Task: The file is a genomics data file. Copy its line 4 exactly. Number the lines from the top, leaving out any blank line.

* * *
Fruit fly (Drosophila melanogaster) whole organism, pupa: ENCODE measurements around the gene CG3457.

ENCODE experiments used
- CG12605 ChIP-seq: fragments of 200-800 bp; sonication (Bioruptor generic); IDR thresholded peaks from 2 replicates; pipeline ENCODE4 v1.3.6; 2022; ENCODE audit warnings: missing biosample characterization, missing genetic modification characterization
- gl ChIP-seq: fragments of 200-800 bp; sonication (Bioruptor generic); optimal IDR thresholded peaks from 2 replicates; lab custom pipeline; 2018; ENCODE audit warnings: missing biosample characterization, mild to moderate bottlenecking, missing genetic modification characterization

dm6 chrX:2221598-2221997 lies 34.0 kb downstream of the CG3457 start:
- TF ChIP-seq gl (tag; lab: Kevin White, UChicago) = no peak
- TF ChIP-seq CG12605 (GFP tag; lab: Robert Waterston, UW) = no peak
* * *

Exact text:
- gl ChIP-seq: fragments of 200-800 bp; sonication (Bioruptor generic); optimal IDR thresholded peaks from 2 replicates; lab custom pipeline; 2018; ENCODE audit warnings: missing biosample characterization, mild to moderate bottlenecking, missing genetic modification characterization